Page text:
Another song we wanted to talk about was I Love The Sound Of Breaking Glass, which has so many musical hooks in it. Was that born out of a studio jam session?
“Yes, in fact that’s probably the one and only time when I’ve gone in with a very vague idea and then we’ve worked it out in the studio. Normally that never works – you might think it does at the time but it never really sustains. It certainly never worked again for me! But in that case I had this vague notion and we all worked it out together – which is why the bass player and drummer are credited and I should really have credited Bob Andrews, the piano player, as well. Because they all really helped work the song out, it was a real collaborative effort.”
Your song The Beast In Me was recorded by your late father-in-law, Johnny Cash… did you actually write it with him in mind?
“Yes I did. It was during that period from the mid-70s up until he started working with Rick Rubin, which was probably the lowest part of his career. He was doing this show at Wembley, which was a big family affair… he wasn’t a well man and he was working his arse off to keep this thing afloat. And I had this idea for a song and Carlene told him about it, and he said, ‘I’ll come round and hear it on the way to Wembley,’ and he turned up with his whole entourage at our house. And I played him the song, which was incredibly embarassing because it wasn’t really ready yet. And he said to me, it’s not right but it’s a really good idea… and every time I’d see him after that he’d always ask me, ‘How’s The Beast In Me coming on?’ and every time he asked, I’d kind of mentally take it out of the box and look at it again.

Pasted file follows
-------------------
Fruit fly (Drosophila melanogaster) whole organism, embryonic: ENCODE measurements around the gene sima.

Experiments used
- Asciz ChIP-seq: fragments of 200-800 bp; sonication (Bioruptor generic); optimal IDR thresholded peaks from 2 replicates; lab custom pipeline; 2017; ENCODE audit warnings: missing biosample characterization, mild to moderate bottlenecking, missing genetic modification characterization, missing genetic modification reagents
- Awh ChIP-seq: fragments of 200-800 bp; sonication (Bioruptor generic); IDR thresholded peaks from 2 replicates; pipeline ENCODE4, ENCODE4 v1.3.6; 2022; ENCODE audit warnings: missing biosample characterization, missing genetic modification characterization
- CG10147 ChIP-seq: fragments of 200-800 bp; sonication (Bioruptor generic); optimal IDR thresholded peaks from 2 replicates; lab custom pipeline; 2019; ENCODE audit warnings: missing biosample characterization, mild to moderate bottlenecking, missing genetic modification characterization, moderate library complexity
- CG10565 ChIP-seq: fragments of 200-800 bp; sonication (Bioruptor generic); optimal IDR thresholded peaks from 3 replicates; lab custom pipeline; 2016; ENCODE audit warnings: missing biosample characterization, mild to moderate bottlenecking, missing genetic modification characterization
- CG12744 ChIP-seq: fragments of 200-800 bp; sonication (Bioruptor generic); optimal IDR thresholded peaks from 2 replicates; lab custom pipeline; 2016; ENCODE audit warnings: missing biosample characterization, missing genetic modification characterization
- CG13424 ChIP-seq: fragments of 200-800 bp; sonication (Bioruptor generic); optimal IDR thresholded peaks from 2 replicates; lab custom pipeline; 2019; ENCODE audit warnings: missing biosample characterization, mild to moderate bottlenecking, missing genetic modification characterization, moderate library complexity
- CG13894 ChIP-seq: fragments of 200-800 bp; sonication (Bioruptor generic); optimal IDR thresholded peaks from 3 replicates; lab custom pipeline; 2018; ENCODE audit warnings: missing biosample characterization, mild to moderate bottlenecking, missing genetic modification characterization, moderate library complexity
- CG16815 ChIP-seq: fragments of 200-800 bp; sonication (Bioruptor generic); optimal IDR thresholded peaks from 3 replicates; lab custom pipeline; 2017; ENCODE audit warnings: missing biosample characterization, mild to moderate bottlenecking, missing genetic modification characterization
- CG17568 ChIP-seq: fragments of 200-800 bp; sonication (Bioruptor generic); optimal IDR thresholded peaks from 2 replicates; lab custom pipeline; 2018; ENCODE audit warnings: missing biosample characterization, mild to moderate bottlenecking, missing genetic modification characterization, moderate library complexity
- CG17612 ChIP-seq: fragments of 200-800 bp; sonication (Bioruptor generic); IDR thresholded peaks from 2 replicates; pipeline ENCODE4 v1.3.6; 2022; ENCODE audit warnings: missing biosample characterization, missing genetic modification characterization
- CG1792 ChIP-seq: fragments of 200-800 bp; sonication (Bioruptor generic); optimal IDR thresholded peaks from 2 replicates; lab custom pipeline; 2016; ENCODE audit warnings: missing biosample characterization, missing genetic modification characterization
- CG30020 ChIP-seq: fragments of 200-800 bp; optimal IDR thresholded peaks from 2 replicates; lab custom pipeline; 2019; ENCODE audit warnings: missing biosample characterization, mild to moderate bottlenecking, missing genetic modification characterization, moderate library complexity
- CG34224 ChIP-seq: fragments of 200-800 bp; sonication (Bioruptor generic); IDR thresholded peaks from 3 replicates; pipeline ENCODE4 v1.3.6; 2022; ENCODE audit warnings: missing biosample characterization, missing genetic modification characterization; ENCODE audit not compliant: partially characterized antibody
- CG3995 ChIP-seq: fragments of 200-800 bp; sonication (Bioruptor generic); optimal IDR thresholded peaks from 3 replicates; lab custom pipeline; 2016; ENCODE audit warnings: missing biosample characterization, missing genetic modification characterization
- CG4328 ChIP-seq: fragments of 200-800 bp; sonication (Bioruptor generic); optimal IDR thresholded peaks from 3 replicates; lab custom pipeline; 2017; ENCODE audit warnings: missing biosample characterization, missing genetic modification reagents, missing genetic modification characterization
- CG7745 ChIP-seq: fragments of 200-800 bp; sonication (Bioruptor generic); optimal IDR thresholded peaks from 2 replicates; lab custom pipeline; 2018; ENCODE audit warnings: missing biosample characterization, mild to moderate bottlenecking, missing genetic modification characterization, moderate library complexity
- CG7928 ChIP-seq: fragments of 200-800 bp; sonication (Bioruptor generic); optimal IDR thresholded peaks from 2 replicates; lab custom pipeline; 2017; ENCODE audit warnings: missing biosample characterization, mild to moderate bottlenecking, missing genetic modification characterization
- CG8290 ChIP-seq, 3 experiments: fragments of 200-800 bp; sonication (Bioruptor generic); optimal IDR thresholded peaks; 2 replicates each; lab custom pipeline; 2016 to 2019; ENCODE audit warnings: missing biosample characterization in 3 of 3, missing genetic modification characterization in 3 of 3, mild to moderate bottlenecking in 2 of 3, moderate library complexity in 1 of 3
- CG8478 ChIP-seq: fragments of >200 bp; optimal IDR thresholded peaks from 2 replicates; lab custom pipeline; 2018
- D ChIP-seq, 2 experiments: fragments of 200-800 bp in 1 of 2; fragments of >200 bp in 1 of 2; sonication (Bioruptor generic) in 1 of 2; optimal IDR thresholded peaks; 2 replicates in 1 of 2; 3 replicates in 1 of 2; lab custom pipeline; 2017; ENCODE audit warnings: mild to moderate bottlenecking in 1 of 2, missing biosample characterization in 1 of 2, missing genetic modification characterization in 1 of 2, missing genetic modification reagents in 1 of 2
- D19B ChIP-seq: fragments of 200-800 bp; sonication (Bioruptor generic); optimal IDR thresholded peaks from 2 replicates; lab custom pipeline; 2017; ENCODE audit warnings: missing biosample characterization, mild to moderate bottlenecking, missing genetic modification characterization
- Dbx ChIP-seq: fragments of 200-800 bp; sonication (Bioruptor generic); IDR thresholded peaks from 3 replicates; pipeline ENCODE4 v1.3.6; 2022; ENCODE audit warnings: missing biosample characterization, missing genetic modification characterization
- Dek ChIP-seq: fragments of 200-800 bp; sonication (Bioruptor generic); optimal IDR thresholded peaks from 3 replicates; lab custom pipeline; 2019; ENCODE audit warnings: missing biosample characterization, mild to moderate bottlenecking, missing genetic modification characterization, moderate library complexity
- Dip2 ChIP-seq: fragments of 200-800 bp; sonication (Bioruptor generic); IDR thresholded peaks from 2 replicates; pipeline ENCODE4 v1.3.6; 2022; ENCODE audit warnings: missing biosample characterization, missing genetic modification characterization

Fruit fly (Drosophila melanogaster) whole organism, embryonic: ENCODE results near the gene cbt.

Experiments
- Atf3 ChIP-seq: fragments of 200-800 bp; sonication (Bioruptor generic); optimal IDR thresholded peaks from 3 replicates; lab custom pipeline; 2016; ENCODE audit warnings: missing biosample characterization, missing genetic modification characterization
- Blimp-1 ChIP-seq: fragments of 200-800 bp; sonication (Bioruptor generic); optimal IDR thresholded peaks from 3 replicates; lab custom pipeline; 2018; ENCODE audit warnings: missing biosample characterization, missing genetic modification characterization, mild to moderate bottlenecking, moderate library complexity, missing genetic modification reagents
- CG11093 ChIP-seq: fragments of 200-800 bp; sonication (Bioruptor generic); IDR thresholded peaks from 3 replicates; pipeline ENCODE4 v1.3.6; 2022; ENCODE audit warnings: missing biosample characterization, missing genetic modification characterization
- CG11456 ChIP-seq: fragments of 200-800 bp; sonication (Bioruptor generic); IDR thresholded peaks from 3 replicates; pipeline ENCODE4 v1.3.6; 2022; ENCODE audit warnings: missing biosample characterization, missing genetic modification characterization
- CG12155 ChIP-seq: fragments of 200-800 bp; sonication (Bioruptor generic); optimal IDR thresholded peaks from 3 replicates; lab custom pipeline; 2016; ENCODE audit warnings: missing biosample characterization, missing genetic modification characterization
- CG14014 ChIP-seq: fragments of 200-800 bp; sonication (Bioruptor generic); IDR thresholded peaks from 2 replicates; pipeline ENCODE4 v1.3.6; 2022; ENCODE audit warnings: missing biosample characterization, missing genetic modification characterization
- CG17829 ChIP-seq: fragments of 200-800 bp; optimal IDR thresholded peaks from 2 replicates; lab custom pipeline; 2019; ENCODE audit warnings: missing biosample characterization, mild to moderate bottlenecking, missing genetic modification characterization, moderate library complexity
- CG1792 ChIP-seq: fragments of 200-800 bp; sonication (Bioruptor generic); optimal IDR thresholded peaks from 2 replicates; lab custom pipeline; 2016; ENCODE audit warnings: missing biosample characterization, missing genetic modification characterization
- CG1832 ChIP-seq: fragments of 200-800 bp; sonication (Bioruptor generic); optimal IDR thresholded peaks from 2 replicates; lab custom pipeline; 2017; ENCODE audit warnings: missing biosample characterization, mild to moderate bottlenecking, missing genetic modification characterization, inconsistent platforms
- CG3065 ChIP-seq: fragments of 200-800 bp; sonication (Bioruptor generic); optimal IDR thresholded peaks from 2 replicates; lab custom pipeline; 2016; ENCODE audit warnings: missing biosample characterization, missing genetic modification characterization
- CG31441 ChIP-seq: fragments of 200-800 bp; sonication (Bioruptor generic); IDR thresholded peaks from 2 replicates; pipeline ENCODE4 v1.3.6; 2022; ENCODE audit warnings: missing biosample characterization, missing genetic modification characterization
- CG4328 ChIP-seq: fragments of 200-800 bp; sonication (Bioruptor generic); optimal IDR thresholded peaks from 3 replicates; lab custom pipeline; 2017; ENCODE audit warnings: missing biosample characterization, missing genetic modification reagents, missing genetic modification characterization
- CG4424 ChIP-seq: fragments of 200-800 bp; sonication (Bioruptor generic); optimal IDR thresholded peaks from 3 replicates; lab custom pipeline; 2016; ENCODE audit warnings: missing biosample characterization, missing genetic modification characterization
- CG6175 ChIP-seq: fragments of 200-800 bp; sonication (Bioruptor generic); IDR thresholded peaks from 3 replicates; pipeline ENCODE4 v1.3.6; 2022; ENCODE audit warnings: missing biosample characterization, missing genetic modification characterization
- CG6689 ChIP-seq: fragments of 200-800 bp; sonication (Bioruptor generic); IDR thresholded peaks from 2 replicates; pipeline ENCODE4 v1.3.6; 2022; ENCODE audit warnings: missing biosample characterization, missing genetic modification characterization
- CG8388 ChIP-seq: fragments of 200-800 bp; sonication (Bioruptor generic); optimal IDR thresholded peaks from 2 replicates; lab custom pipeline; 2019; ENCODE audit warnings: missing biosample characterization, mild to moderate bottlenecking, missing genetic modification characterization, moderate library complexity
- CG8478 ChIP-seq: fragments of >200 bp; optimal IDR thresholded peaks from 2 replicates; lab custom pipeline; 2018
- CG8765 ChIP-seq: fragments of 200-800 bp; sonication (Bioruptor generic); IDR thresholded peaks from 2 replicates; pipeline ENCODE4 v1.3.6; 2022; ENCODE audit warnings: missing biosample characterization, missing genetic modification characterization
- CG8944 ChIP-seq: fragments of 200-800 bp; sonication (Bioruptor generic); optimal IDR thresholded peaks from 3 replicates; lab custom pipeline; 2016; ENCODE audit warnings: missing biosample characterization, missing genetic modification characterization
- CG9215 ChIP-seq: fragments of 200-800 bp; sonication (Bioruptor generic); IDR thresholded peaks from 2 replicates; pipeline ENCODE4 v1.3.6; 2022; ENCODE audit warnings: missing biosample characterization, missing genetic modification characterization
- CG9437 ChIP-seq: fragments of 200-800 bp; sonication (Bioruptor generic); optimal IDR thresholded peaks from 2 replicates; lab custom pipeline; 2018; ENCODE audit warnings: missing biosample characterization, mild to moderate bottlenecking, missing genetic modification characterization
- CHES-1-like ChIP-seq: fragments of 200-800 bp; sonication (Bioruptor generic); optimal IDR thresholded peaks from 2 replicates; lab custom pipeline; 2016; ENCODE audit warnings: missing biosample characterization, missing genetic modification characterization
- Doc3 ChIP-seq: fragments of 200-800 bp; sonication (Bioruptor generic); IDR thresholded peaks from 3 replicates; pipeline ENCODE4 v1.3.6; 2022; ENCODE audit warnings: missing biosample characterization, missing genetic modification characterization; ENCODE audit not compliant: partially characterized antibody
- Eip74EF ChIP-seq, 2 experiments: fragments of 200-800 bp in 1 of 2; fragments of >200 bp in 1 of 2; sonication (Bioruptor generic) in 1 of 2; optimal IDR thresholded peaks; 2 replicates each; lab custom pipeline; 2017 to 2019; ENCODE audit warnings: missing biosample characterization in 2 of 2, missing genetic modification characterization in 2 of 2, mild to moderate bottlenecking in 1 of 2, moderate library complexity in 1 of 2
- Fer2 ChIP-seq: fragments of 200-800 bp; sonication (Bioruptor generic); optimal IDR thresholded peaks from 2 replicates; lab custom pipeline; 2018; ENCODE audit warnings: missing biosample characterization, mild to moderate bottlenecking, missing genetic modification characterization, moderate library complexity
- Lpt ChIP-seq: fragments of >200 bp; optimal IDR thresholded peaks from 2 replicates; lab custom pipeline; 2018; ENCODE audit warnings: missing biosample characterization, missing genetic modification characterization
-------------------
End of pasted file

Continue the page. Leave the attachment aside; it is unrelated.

“And finally, after he did a show at the Royal Albert Hall and asked me about it again, I went home and finished it! And then I sent it to him, and I didn’t hear anything, and then my stepdaughter went to stay at his house in Jamaica and she told me, Grampa’s singing your song to everybody… and the next thing I knew, it came out on the American Recordings. I was really thrilled, because it is a good song and he was a brilliant bloke. I really loved him.”
With over 50 episodes under their belt, internationally renowned songwriters are queuing up to be interviewed by Liverpool-based duo Sodajerker. Established last year by songwriters Simon Barber and Brian O’Connor, the Sodajerker On Songwriting podcast has welcomed guests including Neil Sedaka, Johnny Marr, Richard M. Sherman, Neil Finn and Suzanne Vega among many others.
To find out more about Sodajerker and their work, or to download their podcasts – including the full 45-minute interview with Nick Lowe – go to www.sodajerker.com. You can also connect with them via www.facebook.com/sodajerker or www.twitter.com/sodajerker, or download the podcasts from iTunes.